There’s a chapter from the work of our ARC Laureate team featuring in this new book. Really pleased with it.
Goodyear, P., Thompson, K., Ashe, D., Pinto, A., Carvalho, L., Parisio, M., . . . Yeoman, P. (In press, 2015). Analysing the structural properties of learning networks: architectural insights into buildable forms. In B. Craft, Y. Mor & M. Maina (Eds.), The art and science of learning design (pp. 15-29). Rotterdam: Sense.
Here’s the Overview
A good repertoire of methods for analysing and sharing ideas about existing designs can make a useful contribution to improving the quality and efficiency of educational design work. Just as architects can improve their practice by studying historic and contemporary buildings, so people who design to help people learn can get better at what they do by understanding the designs of others. Moreover, new design work often has to complement existing provision, so the sensitive analysis of what already exists is an essential part of enhancing, rather than undermining, prior work (Goodyear & Dimitridis, 2013). Since many factors can affect what and how people learn, the scope of analysis for design is broad. In fact, it has to go beyond what has been explicitly designed for learning, to take into account the various configurations of things, places, tasks, activities and people that influence learning. Part of the skill of analysis is knowing how to put a boundary on what one studies (Hutchins, 2010). We believe that analysis of this kind can help improve the design of all kinds of technology-enhanced learning (TEL) systems. But to focus our argument, this chapter draws on our recent collaborative analyses of learning networks (Carvalho & Goodyear, 2014). Our thinking has been influenced quite strongly by the writings of Christopher Alexander on the properties that ‘give life’ to places and artefacts. The first part of the chapter has an ontological function – since analysis involves some decisions about the nature of the existence of its objects of inquiry. The second part illustrates the application of some of Alexander’s ideas to the analysis of the structural properties of learning networks, where the goal of analysis is to inform design.
Karen Scott (CoCo PhD 2012) has an article in the latest issue of Research in Learning Technology. Details below.
Taking over someone else’s e-learning design: challenges trigger change in e-learning beliefs and practices
As universities invest in the development of e-learning resources, e-learning sustainability has come under consideration. This has largely focused on the challenges and facilitators of organisational and technological sustainability and scalability, and professional development. Little research has examined the experience of a teacher dealing with e-learning sustainability when taking over a course with an e-learning resource and associated assessment. This research focuses on a teacher who was inexperienced with e-learning technology, yet took over a blended unit of study with an e-learning resource that accounted for one-fifth of the subject assessment and was directed towards academic skills development relevant to the degree program. Taking a longitudinal approach, this research examines the challenges faced by the new teacher and the way she changed the e-learning resource and its implementation over two years. A focus of the research is the way the teacher’s reflections on the challenges and changes provided an opportunity and stimulus for change in her e-learning beliefs and practices. This research has implications for the way universities support teachers taking over another teacher’s e-learning resource, the need for explicit documentation of underpinning beliefs and structured handover, the benefit of teamwork in developing e-learning resources, and provision of on-going support. Keywords:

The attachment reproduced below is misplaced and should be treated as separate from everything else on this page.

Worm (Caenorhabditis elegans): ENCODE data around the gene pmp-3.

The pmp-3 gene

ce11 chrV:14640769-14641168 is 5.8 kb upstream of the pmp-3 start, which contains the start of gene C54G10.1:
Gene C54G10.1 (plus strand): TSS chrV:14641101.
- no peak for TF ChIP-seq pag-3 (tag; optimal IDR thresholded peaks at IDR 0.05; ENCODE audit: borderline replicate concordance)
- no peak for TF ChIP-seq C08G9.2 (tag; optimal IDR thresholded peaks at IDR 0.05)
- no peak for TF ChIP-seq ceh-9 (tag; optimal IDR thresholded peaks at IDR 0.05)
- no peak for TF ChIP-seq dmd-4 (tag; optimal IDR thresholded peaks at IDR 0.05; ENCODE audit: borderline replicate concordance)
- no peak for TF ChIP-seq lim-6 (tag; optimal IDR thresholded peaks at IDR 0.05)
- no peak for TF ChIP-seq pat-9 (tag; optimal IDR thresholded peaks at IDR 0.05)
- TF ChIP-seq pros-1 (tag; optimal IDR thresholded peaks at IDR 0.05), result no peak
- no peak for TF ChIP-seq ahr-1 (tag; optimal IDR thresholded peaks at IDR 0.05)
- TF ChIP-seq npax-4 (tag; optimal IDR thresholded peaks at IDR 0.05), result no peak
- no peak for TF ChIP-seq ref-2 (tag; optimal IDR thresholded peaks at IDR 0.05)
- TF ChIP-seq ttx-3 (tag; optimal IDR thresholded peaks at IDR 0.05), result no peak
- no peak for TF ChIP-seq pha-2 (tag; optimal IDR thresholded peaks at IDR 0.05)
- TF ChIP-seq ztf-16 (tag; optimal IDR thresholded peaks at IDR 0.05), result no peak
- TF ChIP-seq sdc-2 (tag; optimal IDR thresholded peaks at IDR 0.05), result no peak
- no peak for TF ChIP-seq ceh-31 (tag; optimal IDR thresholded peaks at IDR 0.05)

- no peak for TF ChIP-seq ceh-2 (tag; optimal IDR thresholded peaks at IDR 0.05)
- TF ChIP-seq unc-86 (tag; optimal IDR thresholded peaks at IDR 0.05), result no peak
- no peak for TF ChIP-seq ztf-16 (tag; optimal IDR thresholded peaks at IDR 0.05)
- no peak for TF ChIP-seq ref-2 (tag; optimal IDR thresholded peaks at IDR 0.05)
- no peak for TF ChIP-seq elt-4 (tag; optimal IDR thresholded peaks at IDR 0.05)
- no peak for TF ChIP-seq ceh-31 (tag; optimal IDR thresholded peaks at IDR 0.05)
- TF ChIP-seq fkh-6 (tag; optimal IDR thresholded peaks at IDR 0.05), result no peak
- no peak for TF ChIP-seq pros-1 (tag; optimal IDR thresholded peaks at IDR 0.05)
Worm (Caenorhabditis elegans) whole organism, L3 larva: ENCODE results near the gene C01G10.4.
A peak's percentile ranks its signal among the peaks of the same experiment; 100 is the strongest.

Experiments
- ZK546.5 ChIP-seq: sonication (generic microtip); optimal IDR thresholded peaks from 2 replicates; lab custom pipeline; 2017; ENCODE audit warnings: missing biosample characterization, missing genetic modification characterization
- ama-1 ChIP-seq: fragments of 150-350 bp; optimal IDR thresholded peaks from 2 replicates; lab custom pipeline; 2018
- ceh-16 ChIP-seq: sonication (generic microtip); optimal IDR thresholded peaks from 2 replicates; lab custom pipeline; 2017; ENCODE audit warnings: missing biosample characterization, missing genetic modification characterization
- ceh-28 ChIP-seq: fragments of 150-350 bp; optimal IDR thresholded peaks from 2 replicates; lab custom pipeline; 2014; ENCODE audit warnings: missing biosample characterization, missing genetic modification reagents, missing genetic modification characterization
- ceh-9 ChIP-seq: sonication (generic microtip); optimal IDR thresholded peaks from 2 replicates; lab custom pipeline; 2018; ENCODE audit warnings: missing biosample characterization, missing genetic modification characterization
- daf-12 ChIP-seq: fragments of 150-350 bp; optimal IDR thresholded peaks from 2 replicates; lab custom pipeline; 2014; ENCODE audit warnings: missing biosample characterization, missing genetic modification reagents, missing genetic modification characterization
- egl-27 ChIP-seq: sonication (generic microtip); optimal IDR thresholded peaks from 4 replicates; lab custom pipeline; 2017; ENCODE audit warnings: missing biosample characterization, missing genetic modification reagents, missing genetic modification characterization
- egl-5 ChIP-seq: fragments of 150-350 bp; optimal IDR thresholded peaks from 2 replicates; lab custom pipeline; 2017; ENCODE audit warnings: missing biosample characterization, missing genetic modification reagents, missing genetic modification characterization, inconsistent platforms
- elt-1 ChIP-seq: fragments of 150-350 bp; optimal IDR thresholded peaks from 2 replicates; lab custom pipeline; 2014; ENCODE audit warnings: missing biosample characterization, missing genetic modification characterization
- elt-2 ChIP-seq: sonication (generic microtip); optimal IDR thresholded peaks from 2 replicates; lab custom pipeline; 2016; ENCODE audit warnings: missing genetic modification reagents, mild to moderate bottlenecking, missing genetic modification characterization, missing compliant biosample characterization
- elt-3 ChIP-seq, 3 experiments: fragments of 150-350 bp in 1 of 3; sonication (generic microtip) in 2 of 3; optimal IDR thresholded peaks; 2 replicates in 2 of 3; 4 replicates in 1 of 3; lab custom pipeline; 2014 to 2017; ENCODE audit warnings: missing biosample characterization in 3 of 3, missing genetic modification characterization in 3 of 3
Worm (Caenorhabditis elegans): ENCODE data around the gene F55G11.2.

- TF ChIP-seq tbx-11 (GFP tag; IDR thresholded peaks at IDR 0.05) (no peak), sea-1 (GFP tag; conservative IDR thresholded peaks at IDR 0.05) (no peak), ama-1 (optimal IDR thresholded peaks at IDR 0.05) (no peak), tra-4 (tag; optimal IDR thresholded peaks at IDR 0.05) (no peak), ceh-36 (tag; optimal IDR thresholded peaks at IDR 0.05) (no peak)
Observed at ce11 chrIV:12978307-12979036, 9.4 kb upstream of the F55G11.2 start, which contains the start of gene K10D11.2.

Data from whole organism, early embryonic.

e-learning sustainability; e-learning beliefs and practices; reflection; longitudinal research (Published: 30 July 2014) Citation
: Research in Learning Technology 2014, 22
: 23362 – http://dx.doi.org/10.3402/rlt.v22.23362
Really pleased with the latest book from our ARC Laureate project.
It’s been a pleasure working with Lucila Carvalho (post-doc on the project and lead editor of the book). Lucila has done an amazing job in picking case study networks, assembling the team of authors, helping everyone tune in to the analytic framework and managing the million other tasks needed in getting a book from initial concept to final publication.
APLN has been a really useful way of developing skills, shared understanding and research profile within the Laureate team too: all the postdocs and PhD students have played a role in co-authoring chapters.
On Amazon here.
We’re really looking forward to presenting at the 9th International Networked Learning Conference in Edinburgh next month. Four papers from the Laureate team:
Carvalho, L. & Goodyear, P. (2014). Analysing the structuring of knowledge in learning networks.
Goodyear, P., Carvalho, L. & Dohn, N. (2014). Design for networked learning: framing relations between participants’ activities and the physical setting.
Pinto, A. (2014). Design and functioning of a productive learning network.
Yeoman, P & Carvalho, L. (2014). Material entanglement in a primary school learning network.
and also one by our recent Visiting Scholar, Nina Bonderup Dohn:
Dohn, N (2014) A practice-grounded approach to ‘engagement’ and ‘motivation’ in networked learning
all to be found in Proceedings of the 9th International Conference on Networked Learning 2014, Edited by: Bayne S, Jones C, de Laat M, Ryberg T & Sinclair C.
It’s been a long journey, but the Handbook is now out. Many thanks to Rose Luckin for leading this mammoth task. The Handbook contains a number of entries from Sydney people, including Peter Reimann, Judy Kay, Dewa Wardak and Martin Parisio.